TOKYO — U.S. Treasury Secretary Janet Yellen will discuss ways to further strengthen Western sanctions against Russia over its war in Ukraine when she meets with Japanese Finance Minister Shunichi Suzuki on Tuesday, the Treasury Department said.
Yellen’s meeting will also focus on working with Japan and other trusted partners to build stronger and more resilient supply chains to help lower prices for consumers in the United States, where inflation is running at 40-year highs, it said.
A comprehensive agenda will also include currencies, a Japanese official said, as the yen hit a fresh 24-year low beyond 137 yen to the dollar on Monday, adding to concerns about the rising cost of living.
“Currencies will be discussed as one of various issues,” the official said speaking on condition of anonymity.
Yellen will describe steps Washington is taking to address inflation, while sharing her view that the U.S. economy remains very strong, given the robustness of the U.S. labor market, the official said.
RUSSIAN OIL PRICE CAP
Yellen will also continue talks with Japan about setting a price cap on Russian oil to limit Moscow’s profits and help lower energy prices.
The two sides will likely affirm conformity to a price cap but stop short of reaching any concrete agreement on a scheme, the official said.
The global price of oil could surge by 40% to around $140 per barrel if a proposed price cap on Russian oil is not adopted, along with sanction exemptions that would allow shipments below that price, a senior U.S. Treasury official said earlier.
Yellen will discuss implementation of the U.S. price cap proposal and global economic developments with Suzuki. The goal was to set the price at a level that covered Russia’s marginal cost of production so Moscow is incentivized to continue exporting oil, but not high enough to allow it to fund its war against Ukraine, the Treasury official said.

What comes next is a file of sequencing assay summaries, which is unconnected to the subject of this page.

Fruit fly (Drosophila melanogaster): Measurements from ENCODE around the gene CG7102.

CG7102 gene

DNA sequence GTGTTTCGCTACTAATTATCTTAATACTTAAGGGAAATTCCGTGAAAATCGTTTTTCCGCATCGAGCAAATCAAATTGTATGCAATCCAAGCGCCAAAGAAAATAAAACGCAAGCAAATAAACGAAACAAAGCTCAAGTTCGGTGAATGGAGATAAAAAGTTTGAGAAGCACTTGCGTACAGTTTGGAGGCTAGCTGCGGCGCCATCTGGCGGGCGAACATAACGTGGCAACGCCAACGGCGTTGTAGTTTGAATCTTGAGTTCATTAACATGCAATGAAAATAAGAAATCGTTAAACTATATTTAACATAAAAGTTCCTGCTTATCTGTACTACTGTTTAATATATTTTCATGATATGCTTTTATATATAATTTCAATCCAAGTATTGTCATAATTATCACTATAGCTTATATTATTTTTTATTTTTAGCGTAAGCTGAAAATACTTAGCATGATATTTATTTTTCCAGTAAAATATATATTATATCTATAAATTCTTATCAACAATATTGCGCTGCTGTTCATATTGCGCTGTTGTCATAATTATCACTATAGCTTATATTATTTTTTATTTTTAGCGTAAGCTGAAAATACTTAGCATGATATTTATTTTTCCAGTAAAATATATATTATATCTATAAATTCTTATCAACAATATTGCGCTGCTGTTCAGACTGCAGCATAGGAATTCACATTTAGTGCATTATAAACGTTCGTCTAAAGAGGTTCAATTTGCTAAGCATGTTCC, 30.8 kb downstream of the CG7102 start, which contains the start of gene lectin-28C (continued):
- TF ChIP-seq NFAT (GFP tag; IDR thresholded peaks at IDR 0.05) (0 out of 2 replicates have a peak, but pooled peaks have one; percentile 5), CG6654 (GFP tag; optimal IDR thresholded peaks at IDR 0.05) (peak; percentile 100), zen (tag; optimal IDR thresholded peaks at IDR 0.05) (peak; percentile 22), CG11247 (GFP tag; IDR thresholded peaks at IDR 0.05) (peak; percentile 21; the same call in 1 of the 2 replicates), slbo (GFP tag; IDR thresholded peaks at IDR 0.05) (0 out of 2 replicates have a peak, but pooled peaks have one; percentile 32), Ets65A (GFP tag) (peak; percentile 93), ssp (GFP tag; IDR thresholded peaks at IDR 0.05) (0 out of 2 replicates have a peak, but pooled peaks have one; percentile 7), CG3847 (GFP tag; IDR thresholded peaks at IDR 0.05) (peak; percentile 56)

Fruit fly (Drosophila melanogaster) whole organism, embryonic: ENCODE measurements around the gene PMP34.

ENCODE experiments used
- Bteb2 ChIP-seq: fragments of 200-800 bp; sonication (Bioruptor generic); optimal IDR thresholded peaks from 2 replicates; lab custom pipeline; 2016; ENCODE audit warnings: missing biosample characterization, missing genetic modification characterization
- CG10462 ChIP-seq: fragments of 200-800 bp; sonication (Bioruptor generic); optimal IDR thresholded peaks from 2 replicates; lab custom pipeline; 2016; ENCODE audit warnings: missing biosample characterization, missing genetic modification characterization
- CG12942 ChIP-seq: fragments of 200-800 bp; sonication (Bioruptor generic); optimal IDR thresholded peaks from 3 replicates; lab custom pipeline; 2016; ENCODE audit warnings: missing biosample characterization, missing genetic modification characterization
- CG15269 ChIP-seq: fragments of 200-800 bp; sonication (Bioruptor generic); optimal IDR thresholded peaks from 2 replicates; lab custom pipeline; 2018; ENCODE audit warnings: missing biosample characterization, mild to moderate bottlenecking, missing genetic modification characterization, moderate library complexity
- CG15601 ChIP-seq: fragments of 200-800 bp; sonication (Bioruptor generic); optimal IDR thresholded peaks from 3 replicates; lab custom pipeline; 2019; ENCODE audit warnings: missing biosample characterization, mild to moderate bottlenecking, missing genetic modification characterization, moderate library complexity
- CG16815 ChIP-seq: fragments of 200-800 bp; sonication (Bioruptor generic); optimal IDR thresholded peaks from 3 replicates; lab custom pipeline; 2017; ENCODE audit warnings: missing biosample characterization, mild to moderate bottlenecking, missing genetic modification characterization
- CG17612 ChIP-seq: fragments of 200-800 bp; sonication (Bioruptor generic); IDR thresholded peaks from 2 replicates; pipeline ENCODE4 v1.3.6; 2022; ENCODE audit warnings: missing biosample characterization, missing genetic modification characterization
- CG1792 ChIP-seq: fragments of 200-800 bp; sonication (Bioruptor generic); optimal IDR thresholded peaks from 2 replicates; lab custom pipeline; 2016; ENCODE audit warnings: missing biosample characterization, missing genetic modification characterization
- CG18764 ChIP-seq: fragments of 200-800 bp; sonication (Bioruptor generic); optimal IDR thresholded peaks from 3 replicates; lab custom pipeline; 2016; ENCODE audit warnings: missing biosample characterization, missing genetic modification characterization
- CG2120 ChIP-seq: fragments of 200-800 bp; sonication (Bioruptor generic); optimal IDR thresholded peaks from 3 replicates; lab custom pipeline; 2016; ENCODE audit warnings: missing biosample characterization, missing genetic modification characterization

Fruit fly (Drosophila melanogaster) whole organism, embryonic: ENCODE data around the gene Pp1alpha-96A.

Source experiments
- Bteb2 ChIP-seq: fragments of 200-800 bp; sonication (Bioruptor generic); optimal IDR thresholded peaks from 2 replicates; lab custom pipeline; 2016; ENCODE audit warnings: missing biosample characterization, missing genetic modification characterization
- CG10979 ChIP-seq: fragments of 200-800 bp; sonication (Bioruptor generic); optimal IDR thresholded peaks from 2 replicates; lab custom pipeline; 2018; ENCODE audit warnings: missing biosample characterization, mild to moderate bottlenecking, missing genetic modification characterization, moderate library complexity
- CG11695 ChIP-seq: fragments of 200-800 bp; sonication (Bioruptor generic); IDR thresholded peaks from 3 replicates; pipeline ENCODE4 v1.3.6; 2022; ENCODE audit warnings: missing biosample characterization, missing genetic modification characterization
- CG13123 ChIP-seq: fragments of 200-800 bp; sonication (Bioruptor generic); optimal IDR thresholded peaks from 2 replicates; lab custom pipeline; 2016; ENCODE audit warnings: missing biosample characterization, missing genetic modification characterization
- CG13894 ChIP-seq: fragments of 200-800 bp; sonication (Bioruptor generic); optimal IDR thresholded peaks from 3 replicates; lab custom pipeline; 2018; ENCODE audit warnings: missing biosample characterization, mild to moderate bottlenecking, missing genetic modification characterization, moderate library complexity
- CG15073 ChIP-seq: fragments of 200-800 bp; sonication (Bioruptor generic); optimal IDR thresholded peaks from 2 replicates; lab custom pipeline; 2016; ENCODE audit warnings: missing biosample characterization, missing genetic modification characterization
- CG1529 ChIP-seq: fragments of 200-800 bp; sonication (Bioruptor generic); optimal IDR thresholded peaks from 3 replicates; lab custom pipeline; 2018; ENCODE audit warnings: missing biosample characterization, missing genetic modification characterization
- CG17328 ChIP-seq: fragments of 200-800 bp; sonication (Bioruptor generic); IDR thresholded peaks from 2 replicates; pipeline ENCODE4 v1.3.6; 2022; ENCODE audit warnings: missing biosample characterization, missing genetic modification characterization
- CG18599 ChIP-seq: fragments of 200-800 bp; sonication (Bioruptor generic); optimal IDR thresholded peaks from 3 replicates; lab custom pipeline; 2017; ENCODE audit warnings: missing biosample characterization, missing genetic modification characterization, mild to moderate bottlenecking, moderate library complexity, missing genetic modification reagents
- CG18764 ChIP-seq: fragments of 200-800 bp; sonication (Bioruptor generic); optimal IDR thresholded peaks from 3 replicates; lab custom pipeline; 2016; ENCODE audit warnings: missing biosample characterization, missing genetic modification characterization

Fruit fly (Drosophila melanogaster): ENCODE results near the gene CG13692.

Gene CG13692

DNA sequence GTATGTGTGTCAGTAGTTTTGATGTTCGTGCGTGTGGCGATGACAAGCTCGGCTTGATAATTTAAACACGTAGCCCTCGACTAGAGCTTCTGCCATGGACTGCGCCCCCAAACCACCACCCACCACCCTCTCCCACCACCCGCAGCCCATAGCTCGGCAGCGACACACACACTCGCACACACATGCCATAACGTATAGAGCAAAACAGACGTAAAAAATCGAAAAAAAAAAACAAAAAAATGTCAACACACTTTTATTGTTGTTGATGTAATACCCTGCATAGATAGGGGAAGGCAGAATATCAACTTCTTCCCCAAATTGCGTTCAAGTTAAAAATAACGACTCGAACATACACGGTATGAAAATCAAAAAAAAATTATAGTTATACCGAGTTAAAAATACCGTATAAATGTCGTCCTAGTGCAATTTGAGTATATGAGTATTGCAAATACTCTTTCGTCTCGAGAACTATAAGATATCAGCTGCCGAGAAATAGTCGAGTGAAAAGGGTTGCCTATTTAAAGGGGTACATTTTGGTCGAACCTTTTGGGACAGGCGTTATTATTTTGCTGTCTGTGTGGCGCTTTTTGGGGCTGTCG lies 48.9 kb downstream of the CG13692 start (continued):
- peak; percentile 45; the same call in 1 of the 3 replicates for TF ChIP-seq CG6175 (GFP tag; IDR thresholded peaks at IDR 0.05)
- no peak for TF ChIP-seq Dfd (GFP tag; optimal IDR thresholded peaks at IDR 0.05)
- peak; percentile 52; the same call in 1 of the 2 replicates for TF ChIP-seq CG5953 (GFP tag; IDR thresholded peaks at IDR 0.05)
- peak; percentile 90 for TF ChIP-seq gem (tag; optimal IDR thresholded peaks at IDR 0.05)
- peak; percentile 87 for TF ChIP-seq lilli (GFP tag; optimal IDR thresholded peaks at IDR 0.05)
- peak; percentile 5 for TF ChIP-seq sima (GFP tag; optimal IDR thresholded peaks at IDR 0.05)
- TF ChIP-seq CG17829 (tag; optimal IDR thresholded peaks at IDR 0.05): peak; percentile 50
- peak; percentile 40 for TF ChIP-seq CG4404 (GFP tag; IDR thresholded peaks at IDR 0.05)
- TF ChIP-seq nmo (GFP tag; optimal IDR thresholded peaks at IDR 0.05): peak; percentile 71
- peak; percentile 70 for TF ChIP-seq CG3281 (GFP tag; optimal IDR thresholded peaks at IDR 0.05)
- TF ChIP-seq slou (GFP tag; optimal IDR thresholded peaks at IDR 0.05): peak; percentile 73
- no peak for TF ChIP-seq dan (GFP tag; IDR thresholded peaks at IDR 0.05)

The Japanese finance minister fired off a fresh warning shot against the renewed yen weakness.
“There are various global problems. We’d like to make maximum use of today’s meeting to deepen our coordination to resolve them,” Suzuki told reporters on Tuesday.
“A sharp yen weakening is seen in recent currency market trading. I’m concerned,” he said, “The government will watch the currency market even more closely while liaising with the Bank of Japan.”
Japan would respond appropriately as needed while coordinating with currency authorities from other countries in line with a G7 agreement on exchange rates, Suzuki added.
Meanwhile, the U.S. Treasury secretary paid her respects to slain former Prime Minister Shinzo Abe, Japan’s longest serving modern leader at a private wake on Monday evening, lauding his work to increase Japan’s prosperity and advance the status of women.
She canceled a public speech at the Port of Yokohama out of deference to Abe’s death, but will still meet privately with Japanese business leaders to discuss how improved supply chain resiliency and greater use of “friend-shoring” can help ease inflationary pressures and address the bottlenecks.
On Wednesday, Yellen will travel to Indonesia to meet with Suzuki and other Group of 20 finance officials for their July 15-16 gatherings. (Reporting by Andrea Shalal and Tetsushi Kajimoto; Editing by Chizu Nomiyama & Shri Navaratnam)